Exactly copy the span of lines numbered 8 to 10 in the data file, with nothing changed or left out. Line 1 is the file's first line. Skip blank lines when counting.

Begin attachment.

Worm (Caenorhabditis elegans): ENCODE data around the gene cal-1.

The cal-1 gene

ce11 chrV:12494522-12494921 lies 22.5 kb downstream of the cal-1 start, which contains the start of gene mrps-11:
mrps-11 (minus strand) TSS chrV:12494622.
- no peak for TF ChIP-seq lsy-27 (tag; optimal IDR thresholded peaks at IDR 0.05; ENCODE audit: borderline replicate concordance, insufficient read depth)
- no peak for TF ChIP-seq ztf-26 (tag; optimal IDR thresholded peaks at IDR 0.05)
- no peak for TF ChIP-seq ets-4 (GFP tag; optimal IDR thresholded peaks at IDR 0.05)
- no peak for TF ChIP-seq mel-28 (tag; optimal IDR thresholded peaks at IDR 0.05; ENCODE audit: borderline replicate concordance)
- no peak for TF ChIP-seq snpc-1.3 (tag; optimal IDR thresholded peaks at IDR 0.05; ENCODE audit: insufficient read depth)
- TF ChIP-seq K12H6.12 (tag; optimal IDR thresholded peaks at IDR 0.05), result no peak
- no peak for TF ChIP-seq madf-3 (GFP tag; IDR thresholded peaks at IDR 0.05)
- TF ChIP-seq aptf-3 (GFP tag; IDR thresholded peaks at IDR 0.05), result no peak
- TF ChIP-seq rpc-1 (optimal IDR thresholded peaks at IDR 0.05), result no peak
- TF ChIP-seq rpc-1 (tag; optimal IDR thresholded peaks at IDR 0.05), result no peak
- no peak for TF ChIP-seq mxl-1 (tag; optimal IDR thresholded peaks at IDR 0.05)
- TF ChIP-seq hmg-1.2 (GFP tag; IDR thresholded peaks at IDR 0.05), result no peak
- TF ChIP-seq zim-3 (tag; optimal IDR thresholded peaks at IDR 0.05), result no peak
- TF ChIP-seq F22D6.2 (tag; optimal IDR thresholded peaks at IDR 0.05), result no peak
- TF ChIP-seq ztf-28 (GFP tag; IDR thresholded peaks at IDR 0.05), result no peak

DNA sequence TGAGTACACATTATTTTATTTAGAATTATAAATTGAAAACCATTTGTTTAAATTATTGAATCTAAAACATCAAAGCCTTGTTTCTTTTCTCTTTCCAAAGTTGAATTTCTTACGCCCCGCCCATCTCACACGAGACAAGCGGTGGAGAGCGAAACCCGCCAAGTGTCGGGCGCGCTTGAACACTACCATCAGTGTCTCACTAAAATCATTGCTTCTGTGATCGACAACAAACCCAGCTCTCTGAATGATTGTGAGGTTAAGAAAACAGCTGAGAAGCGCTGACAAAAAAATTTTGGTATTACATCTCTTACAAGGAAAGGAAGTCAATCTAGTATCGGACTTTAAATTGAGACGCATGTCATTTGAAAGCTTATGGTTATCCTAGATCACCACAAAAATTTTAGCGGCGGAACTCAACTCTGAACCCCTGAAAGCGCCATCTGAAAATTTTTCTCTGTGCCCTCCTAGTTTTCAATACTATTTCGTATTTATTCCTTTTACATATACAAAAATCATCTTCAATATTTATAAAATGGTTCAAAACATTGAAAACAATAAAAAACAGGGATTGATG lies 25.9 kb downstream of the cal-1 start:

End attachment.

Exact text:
- no peak for TF ChIP-seq mel-28 (tag; optimal IDR thresholded peaks at IDR 0.05; ENCODE audit: borderline replicate concordance)
- no peak for TF ChIP-seq snpc-1.3 (tag; optimal IDR thresholded peaks at IDR 0.05; ENCODE audit: insufficient read depth)
- TF ChIP-seq K12H6.12 (tag; optimal IDR thresholded peaks at IDR 0.05), result no peak